prophet, Isaiah, writes, "Truly, Thou art a God who hides Himself, O God of Israel, Savior!" (45:15) Why would God hide Himself from us, especially as He shortly afterward says, "Turn to Me and be saved, all the ends of the earth; for I am God and there is no other." (verse 22) In one sense, God will always be hidden from us, for He is infinite and we are finite. Can you or I ever see the Pacific Ocean? Standing on the shore, we can see only a tiniest sliver of its surface and scarcely any of its depth. Even if we were perched on the Space Lab looking down on it we could never take in the whole of it in one glace for as one part came into view the other part would disappear around the curvature of the earth. Likewise, though in an infinitely greater way, we can never even begin to apprehend the totality of God's being. But also, as with seeing the Pacific Ocean, we can see a bit of God at a time. That is what shall occupy us throughout eternity in the kingdom of heaven.
But the text (Isaiah 45:15) says that God hides Himself. God cannot help being hidden from us because He cannot help being infinite. In what sense, then, does God hide Himself from us? Because we are made in the finite likeness of God, we are capable of knowing Him, of having a personal relationship with Him. Jesus states, in His prayer, "And this is eternal life, that they may know Thee, the only true God, and Jesus Christ whom Thou hast sent." (John 17:3) If life eternal, our highest good, comes from knowing God as He is in Himself and as He has revealed Himself through Jesus Christ, why would God at any time choose to hide Himself from us?
Here we come to the mystery of God's way with us. He knows our psychology because He made us. He knows that we place more value on what is scarce than on what is abundant. Why is a small gold nugget worth a lot more than a large rock? It is because rocks are much more plentiful than deposits of gold. Gold is not only rare but beautiful. It is somewhat useful but if all the visible gold were removed from the earth we would not be too much inconvenienced. God, however, is infinitely beautiful and infinitely necessary to our good. Without Him we perish. Those in hell, deprived of His companionship, will languish in eternal misery, for we were made for Him. Not that they will want God but they will forever desire the happiness and wholeness that only a relationship with God can provide.
We are foolish creatures who continually choose the things that will never satisfy us and refuse the fellowship of the One Being whose love alone fulfills the soul's deepest longings. To overcome the foolishness of us finite and fallen creatures, God gives us a completely gracious taste of Himself, completely unbidden and unexpected. As God says, "I revealed Myself to those who did not ask for Me; I was found by those who did not seek me." (Isaiah 65:1) I well remember occasions, prior to my conversion, when God gave me a brief peek at His goodness and glory. I was not seeking Him. In fact, I was in rebellion against Him. Nevertheless, He tapped me on the shoulder, as it were, and said, "Here I am! Come to Me!" Can you not think of such times also? Try to remember, for they did happen. Even if you cannot remember, I believe with all my heart that God did reveal Himself to you. Perhaps you did not realize it was God. Some bolt of joy, some intimation of love, some sense of hope sprang up in your heart. It may have been through secondary sources, such as nature or a friend or a good book or a successful accomplishment, but something else came with it that was from beyond this world. Perhaps it made you pause and wonder if God really is there and really cares.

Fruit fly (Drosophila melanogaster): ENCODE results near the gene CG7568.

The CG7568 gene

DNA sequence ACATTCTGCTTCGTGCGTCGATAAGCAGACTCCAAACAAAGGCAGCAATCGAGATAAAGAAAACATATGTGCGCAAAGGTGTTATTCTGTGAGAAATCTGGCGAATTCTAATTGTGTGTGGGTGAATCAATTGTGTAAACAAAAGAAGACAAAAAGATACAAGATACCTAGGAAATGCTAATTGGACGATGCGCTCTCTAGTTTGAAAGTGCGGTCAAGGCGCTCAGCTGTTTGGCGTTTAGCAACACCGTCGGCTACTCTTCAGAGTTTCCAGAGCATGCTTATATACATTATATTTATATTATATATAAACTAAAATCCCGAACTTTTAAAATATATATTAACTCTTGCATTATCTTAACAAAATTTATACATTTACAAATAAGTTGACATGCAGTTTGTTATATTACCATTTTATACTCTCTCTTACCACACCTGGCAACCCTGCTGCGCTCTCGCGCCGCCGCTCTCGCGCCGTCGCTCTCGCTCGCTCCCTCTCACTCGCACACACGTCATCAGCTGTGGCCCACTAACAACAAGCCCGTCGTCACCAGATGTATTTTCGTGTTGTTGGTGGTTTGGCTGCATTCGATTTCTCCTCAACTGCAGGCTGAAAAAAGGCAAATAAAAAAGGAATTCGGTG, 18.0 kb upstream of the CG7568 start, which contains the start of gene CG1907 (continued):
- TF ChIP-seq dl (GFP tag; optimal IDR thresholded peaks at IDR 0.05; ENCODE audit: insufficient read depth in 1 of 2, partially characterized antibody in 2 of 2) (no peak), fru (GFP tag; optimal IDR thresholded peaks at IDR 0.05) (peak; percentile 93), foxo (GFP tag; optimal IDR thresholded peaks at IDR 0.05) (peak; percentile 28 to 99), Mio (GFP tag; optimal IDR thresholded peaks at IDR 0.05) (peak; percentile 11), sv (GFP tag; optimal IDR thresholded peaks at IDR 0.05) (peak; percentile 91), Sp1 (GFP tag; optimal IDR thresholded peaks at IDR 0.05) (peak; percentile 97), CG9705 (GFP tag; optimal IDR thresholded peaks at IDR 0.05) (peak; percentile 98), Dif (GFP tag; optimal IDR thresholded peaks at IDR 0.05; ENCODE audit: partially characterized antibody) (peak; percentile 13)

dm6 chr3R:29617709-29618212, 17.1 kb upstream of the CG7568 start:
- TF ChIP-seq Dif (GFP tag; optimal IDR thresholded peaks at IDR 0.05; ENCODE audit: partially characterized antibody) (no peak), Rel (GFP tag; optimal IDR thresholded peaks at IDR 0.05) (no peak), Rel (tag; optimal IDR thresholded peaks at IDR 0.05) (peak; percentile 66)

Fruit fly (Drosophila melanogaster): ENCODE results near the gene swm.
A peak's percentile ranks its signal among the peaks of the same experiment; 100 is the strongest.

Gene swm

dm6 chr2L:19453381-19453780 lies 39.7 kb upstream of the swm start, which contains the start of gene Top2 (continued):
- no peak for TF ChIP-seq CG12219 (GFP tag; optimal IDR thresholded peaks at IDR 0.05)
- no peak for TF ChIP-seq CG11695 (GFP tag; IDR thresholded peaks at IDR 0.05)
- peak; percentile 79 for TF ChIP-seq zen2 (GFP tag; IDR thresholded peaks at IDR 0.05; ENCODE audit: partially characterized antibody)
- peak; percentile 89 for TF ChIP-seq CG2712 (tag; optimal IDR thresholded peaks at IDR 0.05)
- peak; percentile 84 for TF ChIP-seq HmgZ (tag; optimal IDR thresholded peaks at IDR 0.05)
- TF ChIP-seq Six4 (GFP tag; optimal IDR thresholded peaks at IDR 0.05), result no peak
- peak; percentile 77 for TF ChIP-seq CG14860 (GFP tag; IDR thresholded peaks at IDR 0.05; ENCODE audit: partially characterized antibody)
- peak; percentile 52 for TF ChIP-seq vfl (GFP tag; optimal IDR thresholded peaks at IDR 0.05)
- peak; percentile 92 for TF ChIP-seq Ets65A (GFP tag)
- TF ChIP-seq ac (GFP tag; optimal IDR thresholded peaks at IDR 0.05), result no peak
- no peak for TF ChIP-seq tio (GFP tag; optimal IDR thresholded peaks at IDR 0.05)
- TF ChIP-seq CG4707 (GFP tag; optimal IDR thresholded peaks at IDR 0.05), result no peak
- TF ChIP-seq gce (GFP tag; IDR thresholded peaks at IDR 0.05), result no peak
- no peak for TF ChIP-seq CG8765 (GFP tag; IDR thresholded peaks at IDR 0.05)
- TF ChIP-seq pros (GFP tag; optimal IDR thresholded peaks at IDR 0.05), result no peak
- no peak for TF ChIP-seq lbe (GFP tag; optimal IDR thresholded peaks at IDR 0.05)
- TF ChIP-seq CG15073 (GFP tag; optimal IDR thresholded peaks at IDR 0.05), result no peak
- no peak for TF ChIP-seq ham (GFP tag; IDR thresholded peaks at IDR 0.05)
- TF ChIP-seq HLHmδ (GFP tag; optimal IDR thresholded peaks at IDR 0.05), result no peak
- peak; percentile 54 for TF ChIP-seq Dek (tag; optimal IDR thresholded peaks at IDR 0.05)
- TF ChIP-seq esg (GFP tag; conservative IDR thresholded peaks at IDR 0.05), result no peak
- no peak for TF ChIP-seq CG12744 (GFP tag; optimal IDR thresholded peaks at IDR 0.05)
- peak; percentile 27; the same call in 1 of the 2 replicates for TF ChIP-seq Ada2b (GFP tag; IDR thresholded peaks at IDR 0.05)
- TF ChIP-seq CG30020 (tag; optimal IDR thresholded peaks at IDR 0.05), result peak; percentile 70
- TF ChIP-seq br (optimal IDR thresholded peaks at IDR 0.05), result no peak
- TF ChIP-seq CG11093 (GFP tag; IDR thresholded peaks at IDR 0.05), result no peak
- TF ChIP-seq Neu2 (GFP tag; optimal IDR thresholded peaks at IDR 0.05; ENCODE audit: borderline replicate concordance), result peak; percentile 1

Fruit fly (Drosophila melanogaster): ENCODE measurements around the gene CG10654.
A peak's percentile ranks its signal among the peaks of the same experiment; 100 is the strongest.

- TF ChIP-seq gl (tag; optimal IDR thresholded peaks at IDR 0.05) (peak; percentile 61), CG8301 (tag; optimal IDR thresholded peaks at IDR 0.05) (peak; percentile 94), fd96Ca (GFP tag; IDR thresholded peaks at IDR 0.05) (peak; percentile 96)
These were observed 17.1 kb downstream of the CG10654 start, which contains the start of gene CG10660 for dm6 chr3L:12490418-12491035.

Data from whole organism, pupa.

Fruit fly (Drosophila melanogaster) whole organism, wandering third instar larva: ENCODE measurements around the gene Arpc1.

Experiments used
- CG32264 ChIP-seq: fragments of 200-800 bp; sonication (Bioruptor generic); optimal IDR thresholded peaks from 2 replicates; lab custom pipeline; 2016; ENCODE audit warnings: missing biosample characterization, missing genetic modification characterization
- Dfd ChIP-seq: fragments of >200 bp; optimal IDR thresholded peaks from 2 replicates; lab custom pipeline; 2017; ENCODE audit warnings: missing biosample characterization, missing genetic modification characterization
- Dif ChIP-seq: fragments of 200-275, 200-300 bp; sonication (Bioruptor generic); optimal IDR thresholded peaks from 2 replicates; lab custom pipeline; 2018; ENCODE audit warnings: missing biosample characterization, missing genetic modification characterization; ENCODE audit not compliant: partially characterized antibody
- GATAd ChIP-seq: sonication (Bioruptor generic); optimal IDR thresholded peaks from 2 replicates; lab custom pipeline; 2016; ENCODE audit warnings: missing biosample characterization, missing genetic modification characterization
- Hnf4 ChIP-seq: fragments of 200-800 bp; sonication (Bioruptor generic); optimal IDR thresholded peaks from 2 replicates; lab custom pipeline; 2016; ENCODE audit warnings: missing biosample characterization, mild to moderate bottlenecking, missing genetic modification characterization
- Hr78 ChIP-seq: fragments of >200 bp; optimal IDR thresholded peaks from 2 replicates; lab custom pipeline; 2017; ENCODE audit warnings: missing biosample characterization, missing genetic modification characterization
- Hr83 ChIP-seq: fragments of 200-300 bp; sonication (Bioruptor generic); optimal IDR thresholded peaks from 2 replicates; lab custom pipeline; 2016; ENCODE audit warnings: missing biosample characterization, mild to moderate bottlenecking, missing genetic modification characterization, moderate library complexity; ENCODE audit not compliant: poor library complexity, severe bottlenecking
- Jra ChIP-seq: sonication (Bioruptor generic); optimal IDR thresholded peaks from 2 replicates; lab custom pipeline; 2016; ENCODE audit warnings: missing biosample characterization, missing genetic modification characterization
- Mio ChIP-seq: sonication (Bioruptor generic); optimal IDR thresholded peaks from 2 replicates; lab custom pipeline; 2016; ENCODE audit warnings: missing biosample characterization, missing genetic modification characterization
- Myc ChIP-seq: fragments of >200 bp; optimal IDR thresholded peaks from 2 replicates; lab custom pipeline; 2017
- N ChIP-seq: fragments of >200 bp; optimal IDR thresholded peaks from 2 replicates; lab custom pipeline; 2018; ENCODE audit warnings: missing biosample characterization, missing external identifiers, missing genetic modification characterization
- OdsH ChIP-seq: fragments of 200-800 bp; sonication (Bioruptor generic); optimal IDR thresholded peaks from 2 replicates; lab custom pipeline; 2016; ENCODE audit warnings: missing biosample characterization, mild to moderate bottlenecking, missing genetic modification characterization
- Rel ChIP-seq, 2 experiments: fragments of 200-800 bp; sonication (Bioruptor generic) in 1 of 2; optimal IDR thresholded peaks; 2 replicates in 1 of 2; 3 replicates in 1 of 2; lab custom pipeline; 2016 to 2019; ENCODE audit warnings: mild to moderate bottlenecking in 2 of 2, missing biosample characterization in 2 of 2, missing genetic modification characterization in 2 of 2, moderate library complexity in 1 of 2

Then why does that sense go so swiftly away, especially after we have opened our heart to Him? Why doesn't it endure? There are many answers to that question that we do not have space for here, but one of them is that God wants us to chase after Him! It is not just hide, but hide and seek. God shows Himself to us and then disappears, not in order to leave us perplexed but to beckon us forward. His promise then, to us, is: "And you will seek Me and find Me, when you search for Me with all your heart. And I will be found by you." (Jeremiah 29:13, 14a) God is always with us but our sense of His presence and conscious enjoyment of His companionship may experience gaps. During the times when God seems far away or unreal, it is an opportunity for both our faith and our zeal to grow stronger. Like the Shulammite woman in the Song of Solomon, we should say, "On my bed night after night I sought him whom my soul loves; I sought him but did not find him. I must arise now and go about the city; in the streets and in the squares I must seek him whom my soul loves." After looking all over the city, she asks the watchmen, "Have you seen him whom my soul loves?" Then comes the joy of reunion: "Scarcely had I left them when I found him whom my soul loves; I held on to him and would not let him go." (3:1-4a) When we find Him again, it is with a greater appreciation, a deeper apprehension, of the infinite value of knowing God.God is inviting us on a journey on a long and winding road. Many a time He disappears around the bend so that we will hurry to catch up with Him and enjoy the new vistas opening up before us. Again, God never actually leaves us. It is our ability to feel His closeness that varies. When we do not feel Him, He is still there, just as close as ever. Do not take this as a reason to give up your relationship with Him but as an invitation to seek Him more than ever so that you may come to a higher and better enjoyment of Him than you have ever had before!